August 14, 2018

Report on SFU’s experiences of teaching with technology

Simon Fraser University (on a rare day when it wasn't raining)

Simon Fraser University’s Burnaby campus (on a rare day when it wasn’t raining)

I always enjoy going to a university or college and seeing how they are using learning technologies. I am always a little surprised and I am also usually intrigued by some unexpected application, and today’s DemoFest at Simon Fraser University was no exception.

About Simon Fraser University

SFU has just over 35,000 students with campuses in Burnaby, Vancouver downtown, and Surrey, all in the lower mainland of British Columbia, Canada.

For a long time it has had the largest distance education program in British Columbia, but the rapid development of fully online and blended learning in other BC and Canadian institutions means that other institutions are rapidly gaining ground. It is also the academic base for Linda Harasim, who is a Professor of Communications at SFU.

As with many Canadian universities, most of the DE programs are run out of the Centre for Online and Distance Learning in Continuing Studies at SFU. However, the university also has a large Teaching and Learning Centre, which provides a range of services including learning technology support to the faculty on campus.

The university recently adopted Canvas as its main LMS.

I was spending most of the day at SFU for two reasons:

  • to identify possible cases for Contact North’s ‘pockets of innovation’ project
  • to report on the survey of online learning in Canadian post-secondary institutions.

I will be giving more information on both these projects in separate blog posts coming shortly.

The DemoFest

DEMOfest 2016 is about how instructors are using ….technologies in ways that produce exciting and original educational experiences leading to student engagement and strong learning outcomes.

Making lectures interactive

Not surprisingly, several of the short, 10 minute presentations were focused on tools used in classroom teaching or lecturing. In particular, the tools are going mobile, in the form of apps that students can use on their mobile phones, tablets or laptops. I was particularly impressed with TopHat, which incorporates online quizzes and tests, attendance checks, and  discussion. REEF Polling is a similar development developed by iClicker, which is effectively a mobile app version of iClicker. Both provide students and instructors with an online record of their classroom activity on the app.

There was also a couple of sessions on lecture theatre technologies. As in other universities, lecturers can find a range of different interfaces for managing lecture theatre facilities. SFU has a project that will result in a common, simple interface that will be available throughout the different campuses of the universities, much to the relief of faculty and visiting speakers who at the moment have no idea what to expect when entering an unfamiliar lecture theatre or classroom.. There was also another session on the limits of lecture capture and how to use video to make learning more engaging.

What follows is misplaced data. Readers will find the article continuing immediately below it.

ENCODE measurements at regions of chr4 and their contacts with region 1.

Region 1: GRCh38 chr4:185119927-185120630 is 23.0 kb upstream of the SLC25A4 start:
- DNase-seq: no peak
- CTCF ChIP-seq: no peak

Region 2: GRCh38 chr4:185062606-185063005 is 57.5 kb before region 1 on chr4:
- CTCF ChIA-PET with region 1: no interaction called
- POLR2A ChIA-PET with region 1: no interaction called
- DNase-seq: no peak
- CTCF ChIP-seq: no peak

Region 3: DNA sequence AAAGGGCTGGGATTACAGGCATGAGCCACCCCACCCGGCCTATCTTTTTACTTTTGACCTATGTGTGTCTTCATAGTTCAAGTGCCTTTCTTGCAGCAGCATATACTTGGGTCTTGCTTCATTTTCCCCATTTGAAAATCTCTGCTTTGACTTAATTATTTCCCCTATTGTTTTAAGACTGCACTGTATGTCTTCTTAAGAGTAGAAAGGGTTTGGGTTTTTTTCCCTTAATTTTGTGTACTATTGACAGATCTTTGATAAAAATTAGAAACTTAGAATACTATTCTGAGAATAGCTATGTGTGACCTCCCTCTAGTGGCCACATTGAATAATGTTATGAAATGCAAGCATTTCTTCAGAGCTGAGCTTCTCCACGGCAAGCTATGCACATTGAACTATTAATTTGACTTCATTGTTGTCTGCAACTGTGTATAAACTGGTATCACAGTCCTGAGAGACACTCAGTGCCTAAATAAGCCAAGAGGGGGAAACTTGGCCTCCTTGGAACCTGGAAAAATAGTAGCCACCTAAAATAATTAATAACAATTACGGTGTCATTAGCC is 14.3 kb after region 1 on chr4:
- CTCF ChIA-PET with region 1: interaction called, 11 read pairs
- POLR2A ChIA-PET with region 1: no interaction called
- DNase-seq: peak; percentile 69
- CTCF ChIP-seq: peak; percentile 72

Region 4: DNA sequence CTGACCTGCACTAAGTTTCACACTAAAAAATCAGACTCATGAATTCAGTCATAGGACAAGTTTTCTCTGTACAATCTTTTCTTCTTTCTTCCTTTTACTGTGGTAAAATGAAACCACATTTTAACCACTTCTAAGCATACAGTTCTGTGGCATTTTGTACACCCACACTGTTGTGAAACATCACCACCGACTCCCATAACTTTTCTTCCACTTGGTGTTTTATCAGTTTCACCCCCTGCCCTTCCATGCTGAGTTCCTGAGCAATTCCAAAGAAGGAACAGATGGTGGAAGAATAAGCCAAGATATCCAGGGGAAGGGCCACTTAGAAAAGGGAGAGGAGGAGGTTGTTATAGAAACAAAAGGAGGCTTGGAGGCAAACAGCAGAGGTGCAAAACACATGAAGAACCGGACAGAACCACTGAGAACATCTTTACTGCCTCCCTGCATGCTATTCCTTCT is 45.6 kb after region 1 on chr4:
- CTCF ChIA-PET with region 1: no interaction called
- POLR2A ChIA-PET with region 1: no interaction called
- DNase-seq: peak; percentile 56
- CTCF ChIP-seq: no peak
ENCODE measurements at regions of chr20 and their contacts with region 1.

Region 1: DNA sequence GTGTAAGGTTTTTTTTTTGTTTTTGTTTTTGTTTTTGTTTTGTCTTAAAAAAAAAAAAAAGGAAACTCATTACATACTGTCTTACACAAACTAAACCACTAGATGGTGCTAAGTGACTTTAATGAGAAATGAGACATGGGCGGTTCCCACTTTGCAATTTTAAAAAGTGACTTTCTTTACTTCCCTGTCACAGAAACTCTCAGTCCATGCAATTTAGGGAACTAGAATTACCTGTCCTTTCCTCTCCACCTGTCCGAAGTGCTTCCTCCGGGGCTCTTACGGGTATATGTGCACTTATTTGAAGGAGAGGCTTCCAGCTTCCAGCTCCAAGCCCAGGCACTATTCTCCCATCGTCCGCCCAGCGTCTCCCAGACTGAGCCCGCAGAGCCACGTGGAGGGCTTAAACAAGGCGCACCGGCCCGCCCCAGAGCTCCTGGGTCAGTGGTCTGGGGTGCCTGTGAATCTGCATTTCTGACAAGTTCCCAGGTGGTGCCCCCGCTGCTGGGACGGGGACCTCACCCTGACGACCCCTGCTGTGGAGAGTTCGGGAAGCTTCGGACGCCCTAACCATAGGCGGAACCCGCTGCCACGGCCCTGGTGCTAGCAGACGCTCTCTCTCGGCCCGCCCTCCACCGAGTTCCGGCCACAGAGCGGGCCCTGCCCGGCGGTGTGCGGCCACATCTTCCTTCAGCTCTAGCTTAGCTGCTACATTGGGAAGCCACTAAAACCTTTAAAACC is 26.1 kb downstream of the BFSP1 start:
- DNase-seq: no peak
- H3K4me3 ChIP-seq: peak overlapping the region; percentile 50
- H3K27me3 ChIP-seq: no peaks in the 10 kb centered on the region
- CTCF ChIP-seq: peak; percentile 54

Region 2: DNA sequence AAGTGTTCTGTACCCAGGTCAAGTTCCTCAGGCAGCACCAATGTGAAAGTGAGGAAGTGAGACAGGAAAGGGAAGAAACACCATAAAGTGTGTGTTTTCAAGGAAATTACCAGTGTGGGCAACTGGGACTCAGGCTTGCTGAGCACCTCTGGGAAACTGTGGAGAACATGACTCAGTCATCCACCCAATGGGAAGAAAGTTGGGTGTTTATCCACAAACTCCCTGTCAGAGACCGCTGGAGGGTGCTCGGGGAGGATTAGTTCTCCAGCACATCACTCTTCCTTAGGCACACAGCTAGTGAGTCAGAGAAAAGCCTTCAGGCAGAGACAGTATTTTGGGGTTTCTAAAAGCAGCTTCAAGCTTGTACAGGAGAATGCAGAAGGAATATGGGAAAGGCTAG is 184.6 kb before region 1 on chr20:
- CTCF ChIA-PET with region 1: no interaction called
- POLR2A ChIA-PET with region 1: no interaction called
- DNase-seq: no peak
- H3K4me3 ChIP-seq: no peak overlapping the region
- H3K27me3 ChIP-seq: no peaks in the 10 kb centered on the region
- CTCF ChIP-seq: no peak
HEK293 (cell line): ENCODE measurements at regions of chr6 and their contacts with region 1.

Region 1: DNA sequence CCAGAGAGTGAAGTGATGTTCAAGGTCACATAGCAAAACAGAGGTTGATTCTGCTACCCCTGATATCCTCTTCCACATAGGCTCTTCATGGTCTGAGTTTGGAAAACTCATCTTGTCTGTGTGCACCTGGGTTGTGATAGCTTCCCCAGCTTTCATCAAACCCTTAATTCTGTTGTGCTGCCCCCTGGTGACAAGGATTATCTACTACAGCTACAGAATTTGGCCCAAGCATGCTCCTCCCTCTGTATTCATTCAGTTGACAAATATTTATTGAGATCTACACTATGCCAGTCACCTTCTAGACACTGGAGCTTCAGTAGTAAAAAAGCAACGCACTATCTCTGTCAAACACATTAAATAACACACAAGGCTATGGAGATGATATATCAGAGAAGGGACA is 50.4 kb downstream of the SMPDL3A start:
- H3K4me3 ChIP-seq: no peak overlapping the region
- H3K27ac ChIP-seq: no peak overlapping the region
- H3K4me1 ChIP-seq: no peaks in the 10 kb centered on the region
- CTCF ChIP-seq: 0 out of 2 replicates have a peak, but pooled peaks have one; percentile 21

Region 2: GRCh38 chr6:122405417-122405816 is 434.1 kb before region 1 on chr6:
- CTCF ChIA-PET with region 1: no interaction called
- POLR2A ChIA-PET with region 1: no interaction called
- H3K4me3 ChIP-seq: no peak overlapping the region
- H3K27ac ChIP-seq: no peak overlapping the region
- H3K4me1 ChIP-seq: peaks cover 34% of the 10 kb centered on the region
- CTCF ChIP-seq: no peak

Online learning development

However, I found nothing here (or anywhere else, for that matter) that has convinced me that there is a future in the large lecture class. Most of the technology enhancements, although improvements on the straight ‘talk’ lecture, are still just lipstick on a pig.

The online learning developments were much more interesting:

  • online proctoring: Proctorio. This was a demonstration of the ingenuity of students in cheating in online assessment and even greater ingenuity in preventing them from doing it. Proctorio is a powerful web-based automated proctoring system that basically takes control of whatever device the student is using to do an online assessment and records their entire online activity during the exam. Instructors/exam supervisors though have options as to exactly what features they can control, such as locked screens, blocking use of other urls, etc.. Students just sign in and take the exam at any time set by the instructor. Proctorio provides the instructor with a complete record of students’ online activity during the exam, including a rating of the ‘suspiciousness’ of the student’s online exam activity.
  • peer evaluation and team-based learning: SFU has a graduate diploma in business where students are required to work in teams, specifically to build team approaches to problem-solving and business solutions. Although the instructor assesses both the individual and group assignments, students evaluate each other on their contribution to the team activities. The demonstration also showed how peer assessment was handled within the Canvas LMS. It was a good example of best practices in peer-to-peer assessment.